Asked about the moratorium by Chairman Carl Levin (D-MI) during today’s appropriations hearing, Army chief of staff Gen. George Casey argued that a moratorium could complicate the Pentagon’s study:
I would recommend against it, it would complicate the whole process … implementing while we were studying it…This process is going to be difficult enough, anything that complicates it more I would be opposed to.
John M. McHugh, secretary of the Army, agreed. “Any number of current cases would be greatly complicated.” McHugh said his preference would be not to institute a moratorium, but promised to respect and adhere to a moratorium if it were to pass Congress.
Earlier this month, Levin said that he would support imposing a moratorium and Rep. Susan Davis (D-CA), the chairwoman of the House Subcommittee on Military Personnel, predicted that Congress had enough votes to pass a limited moratorium on third-party discharges.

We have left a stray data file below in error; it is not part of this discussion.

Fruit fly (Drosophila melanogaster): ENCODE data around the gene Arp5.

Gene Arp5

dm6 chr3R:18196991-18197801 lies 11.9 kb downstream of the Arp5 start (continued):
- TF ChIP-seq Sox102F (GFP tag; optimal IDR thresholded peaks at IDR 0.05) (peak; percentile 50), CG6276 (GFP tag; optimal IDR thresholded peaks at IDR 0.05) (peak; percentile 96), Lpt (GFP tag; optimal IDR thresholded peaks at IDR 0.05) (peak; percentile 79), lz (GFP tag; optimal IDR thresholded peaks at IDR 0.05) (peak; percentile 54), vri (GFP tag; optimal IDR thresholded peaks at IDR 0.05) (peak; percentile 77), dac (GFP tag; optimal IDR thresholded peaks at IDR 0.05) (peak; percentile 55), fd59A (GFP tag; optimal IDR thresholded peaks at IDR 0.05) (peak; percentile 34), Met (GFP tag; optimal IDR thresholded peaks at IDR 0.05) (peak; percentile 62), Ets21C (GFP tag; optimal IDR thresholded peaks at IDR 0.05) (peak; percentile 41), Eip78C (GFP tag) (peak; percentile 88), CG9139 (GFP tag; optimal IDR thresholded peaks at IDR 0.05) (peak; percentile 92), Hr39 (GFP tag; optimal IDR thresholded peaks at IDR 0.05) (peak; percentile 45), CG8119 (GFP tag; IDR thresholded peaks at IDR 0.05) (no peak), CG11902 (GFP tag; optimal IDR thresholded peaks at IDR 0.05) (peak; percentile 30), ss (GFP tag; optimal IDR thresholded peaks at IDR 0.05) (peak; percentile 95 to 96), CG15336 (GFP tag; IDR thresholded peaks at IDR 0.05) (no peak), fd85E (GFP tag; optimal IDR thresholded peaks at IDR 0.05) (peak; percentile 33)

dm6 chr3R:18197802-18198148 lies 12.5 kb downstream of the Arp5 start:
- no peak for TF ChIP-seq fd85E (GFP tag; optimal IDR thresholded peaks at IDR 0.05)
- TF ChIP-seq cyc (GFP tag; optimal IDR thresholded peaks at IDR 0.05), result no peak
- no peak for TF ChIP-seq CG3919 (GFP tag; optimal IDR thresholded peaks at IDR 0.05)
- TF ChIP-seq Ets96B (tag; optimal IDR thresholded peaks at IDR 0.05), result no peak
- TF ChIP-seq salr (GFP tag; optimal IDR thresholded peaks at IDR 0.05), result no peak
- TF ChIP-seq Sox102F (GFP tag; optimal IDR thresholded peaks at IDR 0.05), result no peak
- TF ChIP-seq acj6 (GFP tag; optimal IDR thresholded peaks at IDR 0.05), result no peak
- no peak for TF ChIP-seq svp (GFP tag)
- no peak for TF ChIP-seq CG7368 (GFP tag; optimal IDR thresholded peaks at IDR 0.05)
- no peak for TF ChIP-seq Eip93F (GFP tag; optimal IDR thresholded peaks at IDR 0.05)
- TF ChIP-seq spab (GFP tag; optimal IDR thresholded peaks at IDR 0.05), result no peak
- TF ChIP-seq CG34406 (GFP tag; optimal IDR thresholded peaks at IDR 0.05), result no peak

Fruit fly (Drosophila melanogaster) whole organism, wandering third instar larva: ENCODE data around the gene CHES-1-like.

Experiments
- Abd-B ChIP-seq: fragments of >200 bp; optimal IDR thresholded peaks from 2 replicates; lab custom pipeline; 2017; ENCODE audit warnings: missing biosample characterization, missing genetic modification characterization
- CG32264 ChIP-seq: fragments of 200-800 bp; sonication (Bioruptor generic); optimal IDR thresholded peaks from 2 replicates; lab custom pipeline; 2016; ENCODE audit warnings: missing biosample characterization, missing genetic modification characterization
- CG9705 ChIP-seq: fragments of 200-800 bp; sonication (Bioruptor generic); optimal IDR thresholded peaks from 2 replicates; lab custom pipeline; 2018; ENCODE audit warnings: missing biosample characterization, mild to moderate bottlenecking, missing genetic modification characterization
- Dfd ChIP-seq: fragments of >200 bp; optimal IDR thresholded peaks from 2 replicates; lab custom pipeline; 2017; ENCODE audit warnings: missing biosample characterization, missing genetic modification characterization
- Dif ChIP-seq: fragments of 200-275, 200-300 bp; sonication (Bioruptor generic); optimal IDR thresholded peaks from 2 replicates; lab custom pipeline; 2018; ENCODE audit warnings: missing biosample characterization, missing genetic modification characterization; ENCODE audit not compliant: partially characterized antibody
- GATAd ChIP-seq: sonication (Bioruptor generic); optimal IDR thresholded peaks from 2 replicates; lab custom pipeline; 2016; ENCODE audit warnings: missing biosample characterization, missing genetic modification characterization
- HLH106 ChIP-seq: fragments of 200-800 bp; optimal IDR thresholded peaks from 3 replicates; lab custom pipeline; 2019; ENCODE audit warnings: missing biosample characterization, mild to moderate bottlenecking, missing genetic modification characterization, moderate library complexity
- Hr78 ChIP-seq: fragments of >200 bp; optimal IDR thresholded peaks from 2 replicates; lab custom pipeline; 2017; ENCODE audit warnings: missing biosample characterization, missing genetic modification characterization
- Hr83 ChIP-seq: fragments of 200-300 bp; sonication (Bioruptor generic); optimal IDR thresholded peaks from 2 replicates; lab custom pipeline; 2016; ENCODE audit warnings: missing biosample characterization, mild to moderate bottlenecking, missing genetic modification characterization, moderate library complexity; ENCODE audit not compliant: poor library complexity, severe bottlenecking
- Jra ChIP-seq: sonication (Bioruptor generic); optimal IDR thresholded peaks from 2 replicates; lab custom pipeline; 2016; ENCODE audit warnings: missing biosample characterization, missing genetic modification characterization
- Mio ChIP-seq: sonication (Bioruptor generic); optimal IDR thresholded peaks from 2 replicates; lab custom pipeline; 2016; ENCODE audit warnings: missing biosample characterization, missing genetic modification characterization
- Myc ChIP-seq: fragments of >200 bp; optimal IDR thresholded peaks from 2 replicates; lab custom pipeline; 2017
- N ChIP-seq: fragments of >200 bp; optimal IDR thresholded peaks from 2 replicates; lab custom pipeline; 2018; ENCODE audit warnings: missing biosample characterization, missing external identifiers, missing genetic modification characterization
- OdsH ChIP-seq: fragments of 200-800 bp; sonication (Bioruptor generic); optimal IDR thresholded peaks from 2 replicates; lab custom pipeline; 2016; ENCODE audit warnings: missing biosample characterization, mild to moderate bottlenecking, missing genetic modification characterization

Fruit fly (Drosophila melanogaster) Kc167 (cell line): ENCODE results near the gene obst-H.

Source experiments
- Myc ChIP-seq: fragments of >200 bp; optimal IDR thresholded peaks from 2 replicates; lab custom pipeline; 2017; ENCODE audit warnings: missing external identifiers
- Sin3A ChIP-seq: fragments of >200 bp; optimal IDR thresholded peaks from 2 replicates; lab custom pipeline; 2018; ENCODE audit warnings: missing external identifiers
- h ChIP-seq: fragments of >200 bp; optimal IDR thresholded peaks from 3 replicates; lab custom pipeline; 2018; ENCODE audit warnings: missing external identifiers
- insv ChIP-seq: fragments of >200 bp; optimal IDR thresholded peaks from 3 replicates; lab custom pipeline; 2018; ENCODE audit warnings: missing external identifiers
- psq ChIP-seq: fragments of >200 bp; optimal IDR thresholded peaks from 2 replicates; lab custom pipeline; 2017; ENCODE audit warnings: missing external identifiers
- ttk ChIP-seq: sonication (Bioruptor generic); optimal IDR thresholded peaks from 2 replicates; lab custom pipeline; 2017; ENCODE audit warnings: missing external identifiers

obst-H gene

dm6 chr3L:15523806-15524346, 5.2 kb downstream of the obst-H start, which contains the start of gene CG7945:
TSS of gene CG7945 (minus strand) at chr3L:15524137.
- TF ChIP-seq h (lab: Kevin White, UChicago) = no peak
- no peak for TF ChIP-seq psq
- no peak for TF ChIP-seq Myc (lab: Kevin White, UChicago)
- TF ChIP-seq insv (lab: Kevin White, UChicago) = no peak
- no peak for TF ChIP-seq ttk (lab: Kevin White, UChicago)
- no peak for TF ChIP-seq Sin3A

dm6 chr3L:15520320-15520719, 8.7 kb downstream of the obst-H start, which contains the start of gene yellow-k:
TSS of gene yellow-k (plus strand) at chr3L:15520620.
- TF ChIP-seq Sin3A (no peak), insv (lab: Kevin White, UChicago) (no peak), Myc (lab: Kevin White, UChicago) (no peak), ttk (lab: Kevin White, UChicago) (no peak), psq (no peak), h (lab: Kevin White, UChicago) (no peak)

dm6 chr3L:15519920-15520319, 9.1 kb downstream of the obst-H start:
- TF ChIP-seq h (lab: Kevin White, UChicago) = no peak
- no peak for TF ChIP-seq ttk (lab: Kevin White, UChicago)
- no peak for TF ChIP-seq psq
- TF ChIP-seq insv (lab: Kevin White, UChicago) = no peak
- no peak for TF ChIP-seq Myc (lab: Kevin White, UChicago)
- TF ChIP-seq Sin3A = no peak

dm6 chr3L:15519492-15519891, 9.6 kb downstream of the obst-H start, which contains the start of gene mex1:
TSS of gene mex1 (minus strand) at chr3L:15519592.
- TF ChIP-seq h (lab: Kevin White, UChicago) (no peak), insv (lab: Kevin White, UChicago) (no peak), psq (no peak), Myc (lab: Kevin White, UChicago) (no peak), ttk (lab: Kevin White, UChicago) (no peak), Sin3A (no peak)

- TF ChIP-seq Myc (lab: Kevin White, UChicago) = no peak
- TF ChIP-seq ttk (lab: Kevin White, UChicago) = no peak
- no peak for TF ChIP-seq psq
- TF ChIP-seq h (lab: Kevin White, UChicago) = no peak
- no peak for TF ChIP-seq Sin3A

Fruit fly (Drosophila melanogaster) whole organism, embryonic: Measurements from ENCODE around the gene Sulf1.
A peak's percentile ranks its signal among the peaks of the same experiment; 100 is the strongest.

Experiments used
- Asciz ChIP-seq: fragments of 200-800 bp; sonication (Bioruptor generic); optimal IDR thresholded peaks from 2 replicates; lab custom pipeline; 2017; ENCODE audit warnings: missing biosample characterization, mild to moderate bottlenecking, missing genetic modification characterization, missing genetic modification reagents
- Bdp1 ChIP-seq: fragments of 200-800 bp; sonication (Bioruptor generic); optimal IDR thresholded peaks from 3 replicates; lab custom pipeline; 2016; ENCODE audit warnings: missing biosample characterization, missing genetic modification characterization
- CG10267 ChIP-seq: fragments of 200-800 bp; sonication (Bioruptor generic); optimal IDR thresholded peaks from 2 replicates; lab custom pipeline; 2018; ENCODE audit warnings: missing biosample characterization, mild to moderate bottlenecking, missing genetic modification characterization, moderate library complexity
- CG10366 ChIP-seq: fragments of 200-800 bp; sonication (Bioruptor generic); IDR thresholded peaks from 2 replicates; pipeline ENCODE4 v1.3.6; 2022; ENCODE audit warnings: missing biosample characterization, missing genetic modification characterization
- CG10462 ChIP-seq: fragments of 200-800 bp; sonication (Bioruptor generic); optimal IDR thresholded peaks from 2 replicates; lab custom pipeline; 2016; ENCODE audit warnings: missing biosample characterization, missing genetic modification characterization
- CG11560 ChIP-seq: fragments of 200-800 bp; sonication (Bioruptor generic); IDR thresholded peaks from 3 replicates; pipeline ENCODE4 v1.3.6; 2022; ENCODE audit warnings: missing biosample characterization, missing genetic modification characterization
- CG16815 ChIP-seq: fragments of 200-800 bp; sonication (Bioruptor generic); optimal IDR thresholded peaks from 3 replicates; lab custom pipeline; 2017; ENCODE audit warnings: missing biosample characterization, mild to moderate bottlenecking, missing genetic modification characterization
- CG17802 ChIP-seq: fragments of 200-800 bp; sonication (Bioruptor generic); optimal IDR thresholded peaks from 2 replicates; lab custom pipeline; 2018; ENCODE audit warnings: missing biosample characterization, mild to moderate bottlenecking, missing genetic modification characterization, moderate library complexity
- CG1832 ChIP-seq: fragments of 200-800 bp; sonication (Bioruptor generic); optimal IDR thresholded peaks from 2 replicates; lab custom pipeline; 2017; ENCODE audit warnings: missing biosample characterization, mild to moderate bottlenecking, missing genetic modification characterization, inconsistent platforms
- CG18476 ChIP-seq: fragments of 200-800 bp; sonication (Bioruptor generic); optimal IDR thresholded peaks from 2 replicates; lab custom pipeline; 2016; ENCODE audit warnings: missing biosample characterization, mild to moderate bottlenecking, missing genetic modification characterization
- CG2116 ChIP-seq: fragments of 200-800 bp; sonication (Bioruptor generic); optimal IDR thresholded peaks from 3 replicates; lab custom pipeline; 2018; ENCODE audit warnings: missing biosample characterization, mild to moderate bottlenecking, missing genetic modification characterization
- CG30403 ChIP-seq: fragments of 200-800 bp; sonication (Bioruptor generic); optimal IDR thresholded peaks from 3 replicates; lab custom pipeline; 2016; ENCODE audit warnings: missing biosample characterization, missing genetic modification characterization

Congress could certainly pass a moratorium over the Army’s objections, but the best way for Congress to counteract the military’s feet-dragging is to include repeal language in the Defense Authorization bill. The President could also declare a “stop-loss” (the policy could not be enforced because nobody can leave the military) or institute a high threshold for enforcing the policy.